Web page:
Next, I want to replace the red bush with a brown bush. To do this, I first opened the original red bush image, turned it off, and brought in the new brown bush. I then save the brown bush as a new file. It is important that the new image file is exactly the same size in pixels to the original image file used to create the Smart Object.


Back in the illustration file, right-click on one of the Smart Object instances in the layers palette, and choose “Replace Contents”. In the pop-up window, browse to the new image that will replace the current Smart Object file. In this case, I am browsing to the new brown bush file.


All instances of the red bush have now been replaced with the brown bush. All of the scaling, Smart Filters, and horizontal flipping remain.



6. Turning your base files into Smart Objects


Bringing in all of your base rendering files as Smart Objects can save a lot of time later on down the road if you plan on making a lot of edits. For one, there are many times when the base renderings need to be distorted to match a photograph or drone image. It can be next to impossible to exactly match how a base rendering is distorted with a new updated rendering. With Smart Objects, this is no longer a problem. At Design Distill, we are constantly making changes to the model, and then rerendering new base files to be updated in Photoshop. Using Smart Objects, we simply replace the old base files with the new ones and all of the color adjustments and scaling gets carried over. In this example, I have brought in a base rendering of my research lab design. The first thing that I do is turn it into a Smart Object by right-clicking on the layer name and choosing “Covert to a Smart Object”.


Next, I distorted the base rendering similar to how I would if I was trying to match it to an existing site photo. I also added some color adjustments which are shown as Smart Filters underneath the layer in the Layers Palette.


Next, I want to replace the base rendering with a new rendering that I created that shows the exterior panels turned off. To do this, I right-click on the layer name, and choose “Replace Contents”.


The original base rendering has now been replaced with the new rendering showing the panels turned off. All of the color adjustments remain and the image is distorted and scaled exactly like the old rendering. If Smart Objects weren’t used here, I would have had to guess the exact color corrections and eyeball the best I could to match the distortion and scaling.



6. Creating a Unique Copy


You do not always want to copy a Smart Object as an instance. In other words, sometimes you don’t want the copy to be updated with a new image when other instances of the Smart Object are updated. In this example, I want to make a copy of the base rendering so that I can reuse the exact distortion and scaling changes. But I also want the Smart Object to be unique, so that it does not replace all instances of itself. To do this, right-click on the layer name, and choose “New Smart Object via Copy”.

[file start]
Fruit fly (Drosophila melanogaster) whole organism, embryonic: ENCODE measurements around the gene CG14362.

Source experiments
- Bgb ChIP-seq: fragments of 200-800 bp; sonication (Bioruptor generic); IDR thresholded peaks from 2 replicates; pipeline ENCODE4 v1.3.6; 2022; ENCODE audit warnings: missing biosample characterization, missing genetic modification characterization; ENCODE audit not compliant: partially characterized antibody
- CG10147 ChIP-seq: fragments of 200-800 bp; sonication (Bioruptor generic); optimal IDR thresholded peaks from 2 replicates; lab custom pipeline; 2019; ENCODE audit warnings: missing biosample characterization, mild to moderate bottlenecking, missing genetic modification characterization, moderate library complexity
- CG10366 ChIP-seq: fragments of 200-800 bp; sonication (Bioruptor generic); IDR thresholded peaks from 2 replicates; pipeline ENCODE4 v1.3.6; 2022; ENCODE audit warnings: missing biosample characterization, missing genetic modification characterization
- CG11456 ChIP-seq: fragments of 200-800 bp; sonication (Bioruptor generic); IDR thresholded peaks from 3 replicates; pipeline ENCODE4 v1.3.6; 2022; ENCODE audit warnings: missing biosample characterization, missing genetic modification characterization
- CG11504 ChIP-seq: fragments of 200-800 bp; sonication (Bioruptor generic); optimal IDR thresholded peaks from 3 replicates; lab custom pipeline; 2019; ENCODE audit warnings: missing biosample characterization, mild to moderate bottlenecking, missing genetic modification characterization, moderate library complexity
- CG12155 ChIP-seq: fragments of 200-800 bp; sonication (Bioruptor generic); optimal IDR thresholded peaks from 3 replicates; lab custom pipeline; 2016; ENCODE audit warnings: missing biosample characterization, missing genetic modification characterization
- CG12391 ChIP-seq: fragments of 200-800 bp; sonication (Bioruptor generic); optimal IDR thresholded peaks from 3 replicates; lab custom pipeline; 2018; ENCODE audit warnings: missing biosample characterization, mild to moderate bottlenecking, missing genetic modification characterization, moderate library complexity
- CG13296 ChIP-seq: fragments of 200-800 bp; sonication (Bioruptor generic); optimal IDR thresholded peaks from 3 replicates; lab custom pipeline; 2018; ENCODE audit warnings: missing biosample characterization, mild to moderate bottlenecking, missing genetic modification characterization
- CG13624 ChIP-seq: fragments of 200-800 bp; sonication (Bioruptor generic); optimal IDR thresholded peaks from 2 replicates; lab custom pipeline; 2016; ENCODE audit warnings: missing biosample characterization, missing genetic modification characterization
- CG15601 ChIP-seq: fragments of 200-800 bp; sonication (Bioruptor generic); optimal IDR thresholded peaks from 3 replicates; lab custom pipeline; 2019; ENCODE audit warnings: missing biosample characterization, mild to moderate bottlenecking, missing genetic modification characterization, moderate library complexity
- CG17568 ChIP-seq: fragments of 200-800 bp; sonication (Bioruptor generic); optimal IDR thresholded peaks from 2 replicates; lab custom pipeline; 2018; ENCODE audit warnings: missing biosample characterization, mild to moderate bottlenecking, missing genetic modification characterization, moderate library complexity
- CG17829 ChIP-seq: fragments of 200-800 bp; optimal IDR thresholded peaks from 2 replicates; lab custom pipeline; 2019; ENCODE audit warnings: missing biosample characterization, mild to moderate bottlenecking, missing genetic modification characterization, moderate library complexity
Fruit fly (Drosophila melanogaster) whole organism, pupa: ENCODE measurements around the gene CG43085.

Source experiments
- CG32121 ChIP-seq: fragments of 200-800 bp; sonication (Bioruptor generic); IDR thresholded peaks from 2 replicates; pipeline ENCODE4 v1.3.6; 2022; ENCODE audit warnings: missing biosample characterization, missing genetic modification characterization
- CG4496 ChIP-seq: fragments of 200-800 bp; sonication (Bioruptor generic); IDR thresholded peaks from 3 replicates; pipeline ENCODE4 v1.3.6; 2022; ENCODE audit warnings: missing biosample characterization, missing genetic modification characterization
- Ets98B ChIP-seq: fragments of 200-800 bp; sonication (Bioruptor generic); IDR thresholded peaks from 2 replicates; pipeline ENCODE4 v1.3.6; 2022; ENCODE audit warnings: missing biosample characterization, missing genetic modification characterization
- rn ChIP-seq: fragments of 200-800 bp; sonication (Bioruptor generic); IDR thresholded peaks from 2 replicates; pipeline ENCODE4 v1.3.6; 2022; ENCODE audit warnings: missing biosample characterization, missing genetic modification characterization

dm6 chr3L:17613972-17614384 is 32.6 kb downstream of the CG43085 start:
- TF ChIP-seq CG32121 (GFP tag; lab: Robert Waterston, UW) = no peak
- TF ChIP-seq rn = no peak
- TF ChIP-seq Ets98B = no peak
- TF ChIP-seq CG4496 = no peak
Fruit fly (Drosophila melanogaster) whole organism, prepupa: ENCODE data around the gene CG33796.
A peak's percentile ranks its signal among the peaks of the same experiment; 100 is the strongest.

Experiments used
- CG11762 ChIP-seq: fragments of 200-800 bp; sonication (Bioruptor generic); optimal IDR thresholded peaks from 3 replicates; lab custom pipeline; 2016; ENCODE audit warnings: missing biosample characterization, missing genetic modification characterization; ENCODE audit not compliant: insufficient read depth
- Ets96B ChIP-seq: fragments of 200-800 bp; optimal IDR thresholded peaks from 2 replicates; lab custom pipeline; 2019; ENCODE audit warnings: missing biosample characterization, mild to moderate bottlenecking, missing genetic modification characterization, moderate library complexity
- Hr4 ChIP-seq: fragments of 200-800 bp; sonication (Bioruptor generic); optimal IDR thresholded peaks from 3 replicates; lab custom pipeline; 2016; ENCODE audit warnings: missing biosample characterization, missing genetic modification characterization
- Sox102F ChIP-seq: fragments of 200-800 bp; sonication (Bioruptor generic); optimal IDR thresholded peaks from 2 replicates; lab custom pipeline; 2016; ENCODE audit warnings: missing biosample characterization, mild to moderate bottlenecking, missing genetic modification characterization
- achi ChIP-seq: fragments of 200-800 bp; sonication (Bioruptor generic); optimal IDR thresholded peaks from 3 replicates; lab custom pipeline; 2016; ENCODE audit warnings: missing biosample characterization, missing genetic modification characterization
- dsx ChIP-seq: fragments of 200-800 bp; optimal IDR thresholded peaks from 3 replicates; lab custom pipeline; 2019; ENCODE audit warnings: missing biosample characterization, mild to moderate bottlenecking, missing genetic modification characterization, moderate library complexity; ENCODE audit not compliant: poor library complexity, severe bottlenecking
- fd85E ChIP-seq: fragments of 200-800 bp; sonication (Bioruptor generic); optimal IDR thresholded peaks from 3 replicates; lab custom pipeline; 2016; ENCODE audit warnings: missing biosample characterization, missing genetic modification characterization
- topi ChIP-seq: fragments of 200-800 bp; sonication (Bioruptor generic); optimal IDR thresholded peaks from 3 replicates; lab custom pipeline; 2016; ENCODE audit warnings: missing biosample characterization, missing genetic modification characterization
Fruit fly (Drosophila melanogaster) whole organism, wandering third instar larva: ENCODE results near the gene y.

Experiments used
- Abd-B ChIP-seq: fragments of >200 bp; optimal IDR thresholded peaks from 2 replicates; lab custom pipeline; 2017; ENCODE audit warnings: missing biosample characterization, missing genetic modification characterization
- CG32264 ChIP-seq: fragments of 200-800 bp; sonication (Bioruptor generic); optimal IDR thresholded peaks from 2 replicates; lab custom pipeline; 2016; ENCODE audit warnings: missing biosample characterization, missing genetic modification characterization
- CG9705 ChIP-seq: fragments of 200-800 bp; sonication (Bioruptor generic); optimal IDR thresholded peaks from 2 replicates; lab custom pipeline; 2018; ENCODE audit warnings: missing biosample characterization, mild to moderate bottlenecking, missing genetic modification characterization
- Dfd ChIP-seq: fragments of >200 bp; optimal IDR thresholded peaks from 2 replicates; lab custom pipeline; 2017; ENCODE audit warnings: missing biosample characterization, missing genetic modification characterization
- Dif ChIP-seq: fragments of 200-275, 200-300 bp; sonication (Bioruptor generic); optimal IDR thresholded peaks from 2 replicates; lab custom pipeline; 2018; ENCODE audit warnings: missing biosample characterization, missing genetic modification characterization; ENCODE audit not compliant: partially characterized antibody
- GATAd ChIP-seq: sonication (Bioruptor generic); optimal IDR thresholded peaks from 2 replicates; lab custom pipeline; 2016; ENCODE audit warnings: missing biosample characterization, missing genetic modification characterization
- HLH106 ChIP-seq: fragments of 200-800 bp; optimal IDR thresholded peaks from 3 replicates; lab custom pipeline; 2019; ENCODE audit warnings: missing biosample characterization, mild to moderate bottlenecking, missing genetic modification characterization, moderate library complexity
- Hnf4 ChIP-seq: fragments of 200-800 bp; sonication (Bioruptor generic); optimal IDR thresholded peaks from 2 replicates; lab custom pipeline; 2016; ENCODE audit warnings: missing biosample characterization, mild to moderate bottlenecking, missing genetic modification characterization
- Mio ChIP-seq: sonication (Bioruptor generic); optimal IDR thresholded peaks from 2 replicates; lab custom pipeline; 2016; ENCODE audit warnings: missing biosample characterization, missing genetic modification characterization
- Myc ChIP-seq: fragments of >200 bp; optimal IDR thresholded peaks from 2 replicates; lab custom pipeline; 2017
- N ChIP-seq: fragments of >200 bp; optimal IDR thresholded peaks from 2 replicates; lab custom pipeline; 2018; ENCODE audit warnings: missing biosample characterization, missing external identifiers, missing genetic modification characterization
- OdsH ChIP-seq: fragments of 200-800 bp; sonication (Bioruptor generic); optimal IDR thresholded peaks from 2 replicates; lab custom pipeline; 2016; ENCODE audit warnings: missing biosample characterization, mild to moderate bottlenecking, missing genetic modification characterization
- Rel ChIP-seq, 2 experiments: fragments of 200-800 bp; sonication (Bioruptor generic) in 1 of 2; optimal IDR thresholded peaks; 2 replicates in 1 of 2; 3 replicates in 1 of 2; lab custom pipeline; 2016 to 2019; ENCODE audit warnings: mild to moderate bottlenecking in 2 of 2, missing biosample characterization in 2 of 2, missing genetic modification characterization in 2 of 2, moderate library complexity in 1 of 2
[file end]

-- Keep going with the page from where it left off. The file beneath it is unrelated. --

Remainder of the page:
Now I have a copy of the first Smart Object along with all of its scaling and color adjustment properties. I only need the scaling adjustments and not the color adjustments, so I deleted those Smart Filters. Next, I right-clicked on the new layer name and chose “Replace Contents”. I then browsed to the new image that I want to replace the existing rendering with. Again, it is important that both the old and new images are exactly the same size in resolution.


What I am left with is another Smart Object layer of my Material ID Channel that is distorted exactly like the other base rendering. I can use this same technique with all of my rendering channels ensuring they are all exactly distorted and scaled the same way.

As great as Smart Objects are, there are also some negatives. With Photoshop files that have hundreds or even thousands of layers that are Smart Objects, the file tends to run slower than layers that are all rasterized. There have been times where many of the Smart Objects in my file needed to be rasterized to help Photoshop run more smoothly.

Also, you can’t use tools like Burn and Dodge, Clone Stamp, or Paint Brush on a Smart Object nor can you use the Eraser Tool. Instead, you have to use masks to erase or rasterize the layer to use some of the other tools. To rasterize a Smart Object, simply right-click on the layer name and choose “Rasterize Layer”.

There are obviously many uses for Smart Objects, and I only covered a small number of them here. If you have a unique way that you have implemented them into your workflow, please leave a comment below. Im always looking for new ideas.